Ultra-Processed Foods Deemed Harmful To Health, But Term’s Meaning Debated

Higher consumption of so-called ultra-processed foods is associated with an increased risk of cardiovascular disease (CVD) incidence and mortality, with each additional daily serving found to further increase risk, according to a study recently published in the Journal of the American College of Cardiology.

“The consumption of ultra-processed foods makes up over half of the daily calories in the average American diet and are increasingly consumed worldwide,” said Filippa Juul, MS, PhD, a faculty fellow at the New York University School of Public Health and lead author of the study. “Our findings add to a growing body of evidence suggesting cardiovascular benefits of limiting ultra-processed foods.

“Ultra-processed foods are ubiquitous and include many foods that are marketed as healthy, such as protein bars, breakfast cereals and most industrially produced breads,” Juul continued. “Population-wide strategies such as taxation on sugar-sweetened beverages and other ultra-processed foods and recommendations regarding processing levels in national dietary guidelines are needed to reduce the intake of ultra-processed foods.”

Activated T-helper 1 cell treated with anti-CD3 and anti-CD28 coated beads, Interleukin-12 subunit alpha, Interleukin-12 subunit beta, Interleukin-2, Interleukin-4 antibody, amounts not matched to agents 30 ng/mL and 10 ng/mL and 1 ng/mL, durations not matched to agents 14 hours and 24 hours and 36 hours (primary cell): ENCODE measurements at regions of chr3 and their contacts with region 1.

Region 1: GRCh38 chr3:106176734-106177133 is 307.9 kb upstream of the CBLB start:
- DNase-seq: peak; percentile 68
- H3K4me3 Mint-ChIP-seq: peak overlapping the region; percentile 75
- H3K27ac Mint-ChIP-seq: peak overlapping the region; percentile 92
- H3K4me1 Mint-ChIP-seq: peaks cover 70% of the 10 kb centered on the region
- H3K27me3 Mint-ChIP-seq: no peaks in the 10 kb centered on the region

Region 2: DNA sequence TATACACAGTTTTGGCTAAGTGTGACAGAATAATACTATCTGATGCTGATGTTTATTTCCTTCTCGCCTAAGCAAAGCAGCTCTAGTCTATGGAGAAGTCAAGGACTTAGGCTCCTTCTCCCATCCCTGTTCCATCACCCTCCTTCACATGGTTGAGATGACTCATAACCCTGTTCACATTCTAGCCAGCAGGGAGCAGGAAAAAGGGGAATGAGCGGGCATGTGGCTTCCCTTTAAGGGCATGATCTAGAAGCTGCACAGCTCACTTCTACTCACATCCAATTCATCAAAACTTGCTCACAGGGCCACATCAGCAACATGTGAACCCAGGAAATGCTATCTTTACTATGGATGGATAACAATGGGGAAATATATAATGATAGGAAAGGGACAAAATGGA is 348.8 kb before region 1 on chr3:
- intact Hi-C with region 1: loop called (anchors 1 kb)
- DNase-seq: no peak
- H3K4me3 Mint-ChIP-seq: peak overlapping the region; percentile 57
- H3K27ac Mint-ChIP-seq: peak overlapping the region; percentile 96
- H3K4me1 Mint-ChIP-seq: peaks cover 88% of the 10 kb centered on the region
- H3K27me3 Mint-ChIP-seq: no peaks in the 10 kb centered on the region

Using a modified version of the NOVA framework, which classifies foods according to the extent and purpose of the industrial processing they undergo, researchers classified food questionnaire food items into five categories:
• Unprocessed or minimally processed foods, including fresh, dry or frozen animal and plant foods. Milk is included in this category.
• Processed culinary ingredients, including table sugar, oils, fats, salts and other items used in kitchens to make culinary preparations.
• Processed foods, which are industrial products made by adding salt, sugar or other substances found in group two to group one foods, using preservation methods such as canning and, in the case of cheeses and breads, using non-alcoholic fermentation. Food processing here aims to ...

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